Academic and popular books were written and conferences held, attacking the eschatological beliefs of premillennial dispensationalism. One author charged that American fundamentalists were actually praying for nuclear war. Scholars of popular religion in America now noted with concern the widespread belief in a nuclear Armageddon. Many people feared that a fundamentalist theology could influence public policy in a way that might turn prophecy into self-fulfilling prophecy.

The End (of the Hysteria)

As Lindsey’s predicted deadline for the tribulation approached, the year 1988, many people remained extremely concerned that a fundamentalist mindset was influencing foreign policy. Yet, at the same time, Lindsey’s 18 year old predictions were already looking a bit dated. There was no progress towards a unified Europe led by the Antichrist, no revival of the Roman empire, and no sign of war between the Soviet Union and Israel.

In 1987, Dinesh D’Souza, then a fairly young and little known conservative writer (but now a rather more famous public intellectual), wrote an interesting editorial in which he argued, rather unconvincingly I think, that there was no good reason to fear fundamentalist eschatology in the halls of power. “Evangelicals and fundamentalists realize,” D’Souza wrote, “as most secularists do not, that eschatological prophecies cannot be speeded up or altered to suit human timetables.” He goes on to quote Pat Robertson (remember: he was a presidential candidate in the 1988 campaign season) denying that he had any intention of trying to speed the plow of Armageddon. Whew!

The Aftermath

The cold war is over, but Hal Lindsey is still with us, maintaining a website, and writing books. Unchastened by his failure to visualize the future from 1988 to 2010, he has realigned his interpretation of Biblical prophecy to fit the changing political landscape of post 9/11 America. Whereas, in 1970, the Arabs were minor players in his vision of Armageddon, in the past decade Lindsey has embraced Islam as a better and more likely eschatological enemy of the people of God.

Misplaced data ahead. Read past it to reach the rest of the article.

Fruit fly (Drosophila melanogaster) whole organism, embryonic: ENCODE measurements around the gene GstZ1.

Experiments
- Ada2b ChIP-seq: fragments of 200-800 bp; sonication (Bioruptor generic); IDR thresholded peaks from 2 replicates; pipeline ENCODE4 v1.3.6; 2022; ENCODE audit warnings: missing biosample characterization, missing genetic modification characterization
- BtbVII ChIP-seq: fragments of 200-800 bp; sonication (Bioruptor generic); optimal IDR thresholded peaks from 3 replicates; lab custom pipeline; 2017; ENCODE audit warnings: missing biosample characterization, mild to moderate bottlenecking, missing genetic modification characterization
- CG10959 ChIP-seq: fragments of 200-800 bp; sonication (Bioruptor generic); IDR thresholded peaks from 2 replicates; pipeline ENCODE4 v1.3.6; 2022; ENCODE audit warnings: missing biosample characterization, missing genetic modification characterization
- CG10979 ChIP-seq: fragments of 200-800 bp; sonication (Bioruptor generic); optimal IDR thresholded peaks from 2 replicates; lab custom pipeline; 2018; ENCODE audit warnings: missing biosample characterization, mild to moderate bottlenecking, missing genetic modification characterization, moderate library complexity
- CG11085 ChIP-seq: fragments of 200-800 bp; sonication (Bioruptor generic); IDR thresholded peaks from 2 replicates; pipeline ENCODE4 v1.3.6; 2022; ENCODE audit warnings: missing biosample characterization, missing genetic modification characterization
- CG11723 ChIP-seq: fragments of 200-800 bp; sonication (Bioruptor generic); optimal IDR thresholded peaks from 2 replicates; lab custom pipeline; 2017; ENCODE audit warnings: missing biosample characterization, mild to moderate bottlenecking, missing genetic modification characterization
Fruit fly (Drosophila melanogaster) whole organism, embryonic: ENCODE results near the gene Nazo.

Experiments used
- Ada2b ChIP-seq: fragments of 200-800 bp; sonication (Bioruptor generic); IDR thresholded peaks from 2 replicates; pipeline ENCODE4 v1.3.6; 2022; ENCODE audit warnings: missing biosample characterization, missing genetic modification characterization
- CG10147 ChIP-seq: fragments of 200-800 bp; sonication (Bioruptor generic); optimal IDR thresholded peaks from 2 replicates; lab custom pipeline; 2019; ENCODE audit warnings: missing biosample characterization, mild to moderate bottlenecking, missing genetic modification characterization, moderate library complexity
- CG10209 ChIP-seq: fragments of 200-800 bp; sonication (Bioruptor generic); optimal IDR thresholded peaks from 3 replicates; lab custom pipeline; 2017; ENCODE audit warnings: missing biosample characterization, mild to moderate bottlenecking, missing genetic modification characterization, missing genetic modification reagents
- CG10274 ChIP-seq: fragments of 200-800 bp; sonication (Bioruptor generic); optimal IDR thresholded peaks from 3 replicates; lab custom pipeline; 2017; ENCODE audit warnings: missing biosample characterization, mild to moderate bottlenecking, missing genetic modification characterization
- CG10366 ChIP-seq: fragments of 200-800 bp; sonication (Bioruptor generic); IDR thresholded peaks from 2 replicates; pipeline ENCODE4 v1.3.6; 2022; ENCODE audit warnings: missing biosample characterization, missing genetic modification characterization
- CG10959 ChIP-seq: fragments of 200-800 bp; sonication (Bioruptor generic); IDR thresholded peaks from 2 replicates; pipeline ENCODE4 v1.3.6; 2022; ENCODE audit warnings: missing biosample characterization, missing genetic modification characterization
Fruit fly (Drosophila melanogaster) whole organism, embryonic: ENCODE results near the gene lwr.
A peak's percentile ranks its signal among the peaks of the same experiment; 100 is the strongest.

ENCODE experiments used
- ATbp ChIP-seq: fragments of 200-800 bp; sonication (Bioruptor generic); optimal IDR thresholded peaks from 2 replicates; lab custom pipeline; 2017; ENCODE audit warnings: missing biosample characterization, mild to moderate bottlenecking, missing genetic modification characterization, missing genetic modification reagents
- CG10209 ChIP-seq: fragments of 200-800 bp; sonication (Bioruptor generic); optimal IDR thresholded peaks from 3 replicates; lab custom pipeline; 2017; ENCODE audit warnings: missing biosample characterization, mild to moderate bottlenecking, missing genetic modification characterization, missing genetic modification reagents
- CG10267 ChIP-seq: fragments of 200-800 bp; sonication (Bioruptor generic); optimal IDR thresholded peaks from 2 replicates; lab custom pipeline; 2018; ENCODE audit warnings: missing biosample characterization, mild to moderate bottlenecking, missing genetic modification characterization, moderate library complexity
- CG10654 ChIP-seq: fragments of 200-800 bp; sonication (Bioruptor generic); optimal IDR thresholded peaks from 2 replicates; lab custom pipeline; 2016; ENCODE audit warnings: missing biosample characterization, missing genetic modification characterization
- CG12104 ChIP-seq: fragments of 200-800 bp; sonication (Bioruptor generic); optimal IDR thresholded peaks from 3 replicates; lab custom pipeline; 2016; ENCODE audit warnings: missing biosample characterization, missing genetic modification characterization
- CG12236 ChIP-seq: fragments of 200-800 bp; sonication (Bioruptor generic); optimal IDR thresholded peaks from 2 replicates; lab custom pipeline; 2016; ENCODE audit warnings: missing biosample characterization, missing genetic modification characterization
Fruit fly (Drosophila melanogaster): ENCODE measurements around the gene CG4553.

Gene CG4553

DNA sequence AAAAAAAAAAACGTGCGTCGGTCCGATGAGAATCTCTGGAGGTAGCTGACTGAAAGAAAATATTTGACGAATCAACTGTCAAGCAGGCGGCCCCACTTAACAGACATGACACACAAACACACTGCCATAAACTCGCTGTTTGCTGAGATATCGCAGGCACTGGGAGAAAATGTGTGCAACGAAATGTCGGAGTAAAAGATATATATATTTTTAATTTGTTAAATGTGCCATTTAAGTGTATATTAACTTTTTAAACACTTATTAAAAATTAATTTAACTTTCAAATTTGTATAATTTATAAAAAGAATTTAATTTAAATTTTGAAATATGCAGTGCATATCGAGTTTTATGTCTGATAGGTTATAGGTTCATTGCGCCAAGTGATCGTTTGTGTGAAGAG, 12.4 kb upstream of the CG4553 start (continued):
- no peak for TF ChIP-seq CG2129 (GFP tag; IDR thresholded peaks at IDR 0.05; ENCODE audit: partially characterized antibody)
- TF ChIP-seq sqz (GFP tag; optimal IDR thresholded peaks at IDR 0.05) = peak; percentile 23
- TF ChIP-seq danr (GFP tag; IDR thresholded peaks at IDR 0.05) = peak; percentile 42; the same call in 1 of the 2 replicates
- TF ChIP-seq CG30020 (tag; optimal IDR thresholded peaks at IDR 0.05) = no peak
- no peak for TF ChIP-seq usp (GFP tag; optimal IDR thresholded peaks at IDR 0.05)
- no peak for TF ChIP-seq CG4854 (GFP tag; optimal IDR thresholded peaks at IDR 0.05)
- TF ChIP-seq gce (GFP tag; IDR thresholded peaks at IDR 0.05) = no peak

How long can one man continue to profit from such willful misreadings and misunderstandings of the Biblical prophetic books?

Russia will play a momentous role, in the last day prophesies. As a matter of fact, Russia is featured in three of the most important prophecies of the players at the battle of Armageddon. Russia is featured in Ezekiel, chapters 38 and 39, Joel chapter 2, verse 20, and Daniel, Chapter 11 verses 40 through 45, which all talk about the beginning of the battle of Armageddon. And it’s Russia, leading a Muslim confederacy, that’s under Iran, that will start the last war of the world, that we call the war of Armageddon. — Hal Lindsey, in the Hal Lindsey Report January 15th, 2010.

  4 comments for “Apocalypse Then: Armageddon Fever in the 1980’s

  1. Jeff
    February 11, 2010 at 1:55 am

    Pretrib Rapture Trivia

    Who’s the “Protector of the Principality of Pretribulatia”?
    Edward Irving? John Darby? C. I. Scofield? Tim LaHaye? Someone else?
    Media figure Joe Ortiz knows the answer. It’s in his “End Times Passover” blog. The one dated Dec. 29, 2009.
    If you’re Calvinist, you’re predestined to see his blog. If you’re Arminian, you can choose to see it.
    It will be too late to find out the answer to the above trivia question if the rapture happens!

    • Matt
      March 2, 2010 at 9:53 am

      Intriguing comment, Jeff. Sorry for the delay in approval.

  2. Malinda
    November 1, 2012 at 2:26 pm

    I want to thank you for writing this. I remembered today, from my childhood, the fear in our home of this. I did a search and came across your writing.

    • November 10, 2012 at 9:09 pm

      Thanks for saying so. Armageddon fever has subsided in the past 12 years, I am finally noticing.

what do you think?